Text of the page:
Euro falls most in June vs. dollar
NEW YORK (MarketWatch) -- The dollar jumped on Thursday, pushing the euro down by the most in June, as lackluster U.S. economic data weighed on riskier assets more aligned with growth.
The euro fell further under $1.26 after an audit of Spanish banks showed the sector may need up to 62 billion euros in capital to cover losses in coming years.
The dollar index (DXY) , which measures the greenback's performance against a basket of six currencies, rose to 82.353, from 81.567 in late North American hours on Wednesday.
The euro (EURUSD) dropped to $1.2546, compared with $1.2673 Wednesday, when it briefly topped $1.27. It's the biggest one-day decline since May 30, according to Factset Research,
The dollar extended gains after the Federal Reserve Bank of Philadelphia said manufacturing activity in the bank's region fell to negative 16.6 in June, its lowest level since August 2011, from negative 5.8 in May. Read more on Philly Fed.
Separately, the National Association of Realtors said U.S. existing-home sales for May slowed while weekly U.S. jobless claims declined only slightly. Read more on existing home sales.
The dollar index was up earlier after a closely-watched gauge of manufacturing in China showed further contraction in June.
"A round of weak U.S. economic data triggered a wave of risk aversion in the currency market," said Kathy Lien, managing director of FX Strategy at BK Asset Management. "Even if the euro zone manages to cobble together a larger safety net for the region, demand is still a serious problem."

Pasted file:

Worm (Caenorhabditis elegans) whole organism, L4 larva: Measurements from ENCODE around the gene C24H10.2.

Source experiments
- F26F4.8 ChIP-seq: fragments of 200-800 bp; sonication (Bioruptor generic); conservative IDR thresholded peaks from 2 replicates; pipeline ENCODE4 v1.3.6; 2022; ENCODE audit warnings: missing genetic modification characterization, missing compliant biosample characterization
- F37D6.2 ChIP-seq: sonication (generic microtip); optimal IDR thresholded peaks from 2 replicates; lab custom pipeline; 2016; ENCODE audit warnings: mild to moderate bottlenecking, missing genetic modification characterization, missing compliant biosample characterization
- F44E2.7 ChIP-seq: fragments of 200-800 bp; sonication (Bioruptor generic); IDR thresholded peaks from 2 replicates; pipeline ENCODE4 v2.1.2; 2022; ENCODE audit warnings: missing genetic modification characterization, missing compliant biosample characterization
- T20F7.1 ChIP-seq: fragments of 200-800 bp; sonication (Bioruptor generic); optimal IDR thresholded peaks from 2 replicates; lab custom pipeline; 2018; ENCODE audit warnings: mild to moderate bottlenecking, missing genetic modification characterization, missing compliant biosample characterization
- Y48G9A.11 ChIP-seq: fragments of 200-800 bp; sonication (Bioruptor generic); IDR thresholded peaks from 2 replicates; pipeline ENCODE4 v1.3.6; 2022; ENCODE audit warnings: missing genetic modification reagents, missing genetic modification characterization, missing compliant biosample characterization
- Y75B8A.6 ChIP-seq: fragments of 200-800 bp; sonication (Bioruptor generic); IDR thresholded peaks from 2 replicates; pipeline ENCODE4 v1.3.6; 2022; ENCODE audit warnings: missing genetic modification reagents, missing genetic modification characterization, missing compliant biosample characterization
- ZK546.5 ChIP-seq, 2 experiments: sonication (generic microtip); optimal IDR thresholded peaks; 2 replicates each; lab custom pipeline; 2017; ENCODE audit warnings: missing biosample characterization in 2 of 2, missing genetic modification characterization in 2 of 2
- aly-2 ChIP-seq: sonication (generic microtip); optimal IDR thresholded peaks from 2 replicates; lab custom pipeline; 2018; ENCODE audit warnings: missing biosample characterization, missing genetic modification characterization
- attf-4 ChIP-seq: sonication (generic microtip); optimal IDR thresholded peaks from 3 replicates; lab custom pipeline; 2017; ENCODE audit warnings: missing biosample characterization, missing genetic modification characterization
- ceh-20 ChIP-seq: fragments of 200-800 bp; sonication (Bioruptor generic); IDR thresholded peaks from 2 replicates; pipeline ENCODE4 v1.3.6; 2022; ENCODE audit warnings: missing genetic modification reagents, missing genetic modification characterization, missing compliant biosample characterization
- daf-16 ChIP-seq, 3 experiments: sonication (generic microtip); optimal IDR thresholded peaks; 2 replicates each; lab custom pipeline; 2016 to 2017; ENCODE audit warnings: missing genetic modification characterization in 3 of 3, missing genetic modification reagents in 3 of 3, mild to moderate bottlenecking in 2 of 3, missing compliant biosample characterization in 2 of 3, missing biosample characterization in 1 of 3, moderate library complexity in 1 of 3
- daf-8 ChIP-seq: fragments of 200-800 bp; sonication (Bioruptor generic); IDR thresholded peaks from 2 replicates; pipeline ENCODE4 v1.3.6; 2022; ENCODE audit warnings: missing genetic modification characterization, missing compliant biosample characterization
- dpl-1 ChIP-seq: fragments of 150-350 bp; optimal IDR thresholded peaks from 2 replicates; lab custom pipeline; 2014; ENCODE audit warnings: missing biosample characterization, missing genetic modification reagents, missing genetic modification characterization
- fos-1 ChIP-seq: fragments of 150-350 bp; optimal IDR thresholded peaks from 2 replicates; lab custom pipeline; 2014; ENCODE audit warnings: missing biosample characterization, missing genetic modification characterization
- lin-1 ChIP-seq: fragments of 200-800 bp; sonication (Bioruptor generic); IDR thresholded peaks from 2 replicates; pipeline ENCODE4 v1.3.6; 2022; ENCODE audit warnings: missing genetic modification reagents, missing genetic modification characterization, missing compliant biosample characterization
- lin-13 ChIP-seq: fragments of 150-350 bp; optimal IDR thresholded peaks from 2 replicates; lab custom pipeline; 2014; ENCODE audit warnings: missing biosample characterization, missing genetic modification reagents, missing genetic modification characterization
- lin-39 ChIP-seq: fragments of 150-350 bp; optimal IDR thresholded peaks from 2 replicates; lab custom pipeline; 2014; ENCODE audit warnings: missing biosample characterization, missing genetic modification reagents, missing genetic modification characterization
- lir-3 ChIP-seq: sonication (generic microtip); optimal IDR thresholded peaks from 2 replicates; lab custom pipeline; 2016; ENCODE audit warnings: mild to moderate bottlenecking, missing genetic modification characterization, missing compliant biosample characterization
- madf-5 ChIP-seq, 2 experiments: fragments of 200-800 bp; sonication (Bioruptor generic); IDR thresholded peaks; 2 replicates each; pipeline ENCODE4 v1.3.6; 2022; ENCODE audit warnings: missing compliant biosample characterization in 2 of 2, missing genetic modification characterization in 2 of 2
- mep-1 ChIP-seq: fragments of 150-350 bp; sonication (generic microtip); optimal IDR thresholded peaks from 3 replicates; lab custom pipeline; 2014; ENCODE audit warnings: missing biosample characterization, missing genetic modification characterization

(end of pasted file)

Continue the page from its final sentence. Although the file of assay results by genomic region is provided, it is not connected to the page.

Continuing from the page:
'Investors skeptical' about Europe
Spain continued to be in the spotlight after its government had to pay higher borrowing costs at a bond auction. The country's banking sector was also under the gun, as two external auditors said between about 52 billion and 62 billion euros would be needed. Read more on Spanish bank audits.
The audits were expected to show recapitalization needs of around €60 billion to €80 billion ($76 billion to $101 billion).
"Spain is going to need more assistance this year," said Larry Kantor, head of research at Barclays Capital.
The region's debt crisis will be among the topics discussed at a meeting of euro-zone finance ministers on Thursday.
"The situation increasingly requires bigger policy responses, and investors are now skeptical of seeing a solution," Kantor said. "As a result, they've pulled out of the area. That's dangerous because it tightens financial conditions," including reducing funds available to Spain and Italy.
Investors know that Europe needs much closer fiscal and financial integration, though "we don't expect to see that this year," he said. "But the market needs to see significant progress and a commitment."
Among other major currencies, the dollar (USDJPY) rose to 80.28 Japanese yen, compared with ¥79.47 late Wednesday.
The British pound (GBPUSD) fell to $1.5596 from $1.5703 Wednesday.
On Wednesday, the dollar gained after the U.S. Federal Reserve said it would extend its holdings of long-term government bonds using a program that isn't considered akin to printing money. Still, Fed Chairman Ben Bernanke left open that door, saying the central bank was ready to take more action if necessary. See story on Fed, Bernanke.